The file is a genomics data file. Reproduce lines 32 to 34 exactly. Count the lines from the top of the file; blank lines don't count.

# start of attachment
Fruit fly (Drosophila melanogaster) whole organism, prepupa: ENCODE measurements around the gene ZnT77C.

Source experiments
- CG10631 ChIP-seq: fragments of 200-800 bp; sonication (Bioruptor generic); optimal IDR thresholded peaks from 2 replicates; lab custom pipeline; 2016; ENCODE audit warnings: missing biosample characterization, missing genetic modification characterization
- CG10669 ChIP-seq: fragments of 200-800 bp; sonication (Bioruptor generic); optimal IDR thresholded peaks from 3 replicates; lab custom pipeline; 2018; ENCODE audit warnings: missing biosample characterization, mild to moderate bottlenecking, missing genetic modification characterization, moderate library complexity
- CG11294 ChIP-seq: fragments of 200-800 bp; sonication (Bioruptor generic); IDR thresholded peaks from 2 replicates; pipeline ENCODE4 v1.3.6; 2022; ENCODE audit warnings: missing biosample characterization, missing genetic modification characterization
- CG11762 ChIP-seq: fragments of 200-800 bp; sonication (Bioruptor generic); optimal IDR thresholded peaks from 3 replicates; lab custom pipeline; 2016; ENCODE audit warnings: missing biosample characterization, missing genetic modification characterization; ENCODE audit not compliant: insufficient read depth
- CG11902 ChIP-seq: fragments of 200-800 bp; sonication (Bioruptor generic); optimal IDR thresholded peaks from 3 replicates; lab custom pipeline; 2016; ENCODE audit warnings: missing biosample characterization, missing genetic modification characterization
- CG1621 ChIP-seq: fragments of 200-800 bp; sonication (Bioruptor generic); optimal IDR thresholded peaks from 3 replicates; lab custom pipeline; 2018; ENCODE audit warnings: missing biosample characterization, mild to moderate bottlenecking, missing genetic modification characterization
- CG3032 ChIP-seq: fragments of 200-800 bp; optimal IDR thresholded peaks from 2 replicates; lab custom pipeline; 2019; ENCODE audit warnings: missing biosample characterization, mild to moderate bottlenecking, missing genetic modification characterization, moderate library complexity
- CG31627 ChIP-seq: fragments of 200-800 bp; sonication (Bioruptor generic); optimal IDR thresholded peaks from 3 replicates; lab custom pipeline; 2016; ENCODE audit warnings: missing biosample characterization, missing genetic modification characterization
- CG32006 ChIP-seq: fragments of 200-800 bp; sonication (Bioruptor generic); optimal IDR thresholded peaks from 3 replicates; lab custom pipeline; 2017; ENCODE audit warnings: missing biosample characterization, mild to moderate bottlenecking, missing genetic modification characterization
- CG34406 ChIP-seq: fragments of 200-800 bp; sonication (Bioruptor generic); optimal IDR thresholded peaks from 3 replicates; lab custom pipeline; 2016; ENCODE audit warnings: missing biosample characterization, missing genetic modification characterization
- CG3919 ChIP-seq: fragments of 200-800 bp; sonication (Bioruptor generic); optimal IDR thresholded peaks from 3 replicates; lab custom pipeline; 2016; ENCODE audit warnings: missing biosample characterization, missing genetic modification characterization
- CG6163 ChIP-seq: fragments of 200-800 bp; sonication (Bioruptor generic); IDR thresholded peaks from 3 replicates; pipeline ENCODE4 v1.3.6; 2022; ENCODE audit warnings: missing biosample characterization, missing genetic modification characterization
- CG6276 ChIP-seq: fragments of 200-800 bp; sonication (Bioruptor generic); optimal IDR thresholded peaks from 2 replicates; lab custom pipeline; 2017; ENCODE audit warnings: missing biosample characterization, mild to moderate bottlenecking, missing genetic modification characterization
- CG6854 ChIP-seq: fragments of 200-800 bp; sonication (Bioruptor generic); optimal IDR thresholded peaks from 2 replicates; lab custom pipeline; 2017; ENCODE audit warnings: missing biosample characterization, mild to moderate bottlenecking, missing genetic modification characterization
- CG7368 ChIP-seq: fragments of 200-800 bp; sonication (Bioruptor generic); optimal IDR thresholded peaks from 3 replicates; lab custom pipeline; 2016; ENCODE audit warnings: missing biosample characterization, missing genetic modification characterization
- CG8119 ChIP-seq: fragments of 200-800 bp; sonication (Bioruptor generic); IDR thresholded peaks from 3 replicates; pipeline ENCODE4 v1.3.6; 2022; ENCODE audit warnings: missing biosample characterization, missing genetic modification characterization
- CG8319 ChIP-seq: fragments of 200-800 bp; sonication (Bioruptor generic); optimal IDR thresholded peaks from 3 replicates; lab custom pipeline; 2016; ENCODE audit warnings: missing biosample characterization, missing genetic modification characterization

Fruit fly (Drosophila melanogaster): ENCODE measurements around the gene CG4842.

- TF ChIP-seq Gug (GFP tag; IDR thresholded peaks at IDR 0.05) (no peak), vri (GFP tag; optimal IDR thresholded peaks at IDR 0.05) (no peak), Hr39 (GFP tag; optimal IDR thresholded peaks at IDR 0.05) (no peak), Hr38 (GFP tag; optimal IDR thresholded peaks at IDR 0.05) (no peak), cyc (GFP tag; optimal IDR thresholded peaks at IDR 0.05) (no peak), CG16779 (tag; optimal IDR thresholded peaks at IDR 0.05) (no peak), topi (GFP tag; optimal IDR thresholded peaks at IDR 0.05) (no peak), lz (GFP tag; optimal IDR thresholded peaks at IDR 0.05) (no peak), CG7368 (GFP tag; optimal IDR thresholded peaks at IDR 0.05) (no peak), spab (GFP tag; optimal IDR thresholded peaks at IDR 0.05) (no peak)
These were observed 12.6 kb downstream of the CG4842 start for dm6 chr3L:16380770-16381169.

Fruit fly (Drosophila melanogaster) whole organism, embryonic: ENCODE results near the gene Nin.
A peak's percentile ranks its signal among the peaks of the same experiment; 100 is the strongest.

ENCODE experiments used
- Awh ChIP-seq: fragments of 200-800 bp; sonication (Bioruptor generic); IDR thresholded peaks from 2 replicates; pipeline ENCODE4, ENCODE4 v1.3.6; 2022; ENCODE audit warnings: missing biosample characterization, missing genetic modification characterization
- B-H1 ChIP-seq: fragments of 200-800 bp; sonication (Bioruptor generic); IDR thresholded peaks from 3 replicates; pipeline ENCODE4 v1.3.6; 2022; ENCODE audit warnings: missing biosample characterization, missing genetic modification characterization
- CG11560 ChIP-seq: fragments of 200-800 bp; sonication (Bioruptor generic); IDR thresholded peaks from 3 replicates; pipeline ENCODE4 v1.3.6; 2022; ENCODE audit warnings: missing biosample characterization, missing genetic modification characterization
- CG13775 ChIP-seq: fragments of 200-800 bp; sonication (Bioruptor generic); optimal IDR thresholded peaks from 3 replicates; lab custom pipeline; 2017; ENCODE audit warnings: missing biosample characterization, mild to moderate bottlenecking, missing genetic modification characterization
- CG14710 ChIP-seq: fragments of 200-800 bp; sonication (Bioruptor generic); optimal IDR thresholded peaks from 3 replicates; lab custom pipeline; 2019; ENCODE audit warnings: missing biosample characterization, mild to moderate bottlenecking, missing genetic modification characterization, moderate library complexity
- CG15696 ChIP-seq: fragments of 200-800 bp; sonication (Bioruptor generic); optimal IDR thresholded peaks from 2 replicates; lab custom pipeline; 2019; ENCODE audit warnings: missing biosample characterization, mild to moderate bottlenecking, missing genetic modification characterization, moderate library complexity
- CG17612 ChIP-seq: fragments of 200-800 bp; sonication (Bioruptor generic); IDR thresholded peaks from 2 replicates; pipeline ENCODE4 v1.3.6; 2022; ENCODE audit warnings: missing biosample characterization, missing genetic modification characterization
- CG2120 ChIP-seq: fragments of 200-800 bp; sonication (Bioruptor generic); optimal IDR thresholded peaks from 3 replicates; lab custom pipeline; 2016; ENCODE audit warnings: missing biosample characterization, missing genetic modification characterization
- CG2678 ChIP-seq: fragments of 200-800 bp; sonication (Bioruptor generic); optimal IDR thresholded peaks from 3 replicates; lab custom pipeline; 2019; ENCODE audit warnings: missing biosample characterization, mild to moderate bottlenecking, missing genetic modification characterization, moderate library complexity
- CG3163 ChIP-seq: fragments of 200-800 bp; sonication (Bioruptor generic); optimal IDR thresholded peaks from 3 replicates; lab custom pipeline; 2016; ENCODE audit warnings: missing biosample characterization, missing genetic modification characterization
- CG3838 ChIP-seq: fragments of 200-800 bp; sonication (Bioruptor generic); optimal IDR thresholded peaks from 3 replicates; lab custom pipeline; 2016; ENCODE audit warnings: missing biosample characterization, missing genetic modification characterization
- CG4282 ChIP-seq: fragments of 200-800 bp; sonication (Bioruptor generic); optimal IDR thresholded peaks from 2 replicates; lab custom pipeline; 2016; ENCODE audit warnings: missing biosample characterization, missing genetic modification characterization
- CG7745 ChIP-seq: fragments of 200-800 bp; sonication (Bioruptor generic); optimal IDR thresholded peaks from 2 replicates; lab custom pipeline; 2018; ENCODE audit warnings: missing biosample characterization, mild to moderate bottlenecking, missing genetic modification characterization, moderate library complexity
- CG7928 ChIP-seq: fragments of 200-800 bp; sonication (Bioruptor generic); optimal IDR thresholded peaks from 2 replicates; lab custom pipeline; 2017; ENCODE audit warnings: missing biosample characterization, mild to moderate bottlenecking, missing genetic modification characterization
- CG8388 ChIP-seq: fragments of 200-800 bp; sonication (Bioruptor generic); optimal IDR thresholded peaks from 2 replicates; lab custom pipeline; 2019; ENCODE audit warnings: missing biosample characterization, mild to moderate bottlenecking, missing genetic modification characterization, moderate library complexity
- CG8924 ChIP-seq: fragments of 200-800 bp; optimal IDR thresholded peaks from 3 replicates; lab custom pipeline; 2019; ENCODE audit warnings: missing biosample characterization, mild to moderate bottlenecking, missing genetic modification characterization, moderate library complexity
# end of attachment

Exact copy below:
- CG17612 ChIP-seq: fragments of 200-800 bp; sonication (Bioruptor generic); IDR thresholded peaks from 2 replicates; pipeline ENCODE4 v1.3.6; 2022; ENCODE audit warnings: missing biosample characterization, missing genetic modification characterization
- CG2120 ChIP-seq: fragments of 200-800 bp; sonication (Bioruptor generic); optimal IDR thresholded peaks from 3 replicates; lab custom pipeline; 2016; ENCODE audit warnings: missing biosample characterization, missing genetic modification characterization
- CG2678 ChIP-seq: fragments of 200-800 bp; sonication (Bioruptor generic); optimal IDR thresholded peaks from 3 replicates; lab custom pipeline; 2019; ENCODE audit warnings: missing biosample characterization, mild to moderate bottlenecking, missing genetic modification characterization, moderate library complexity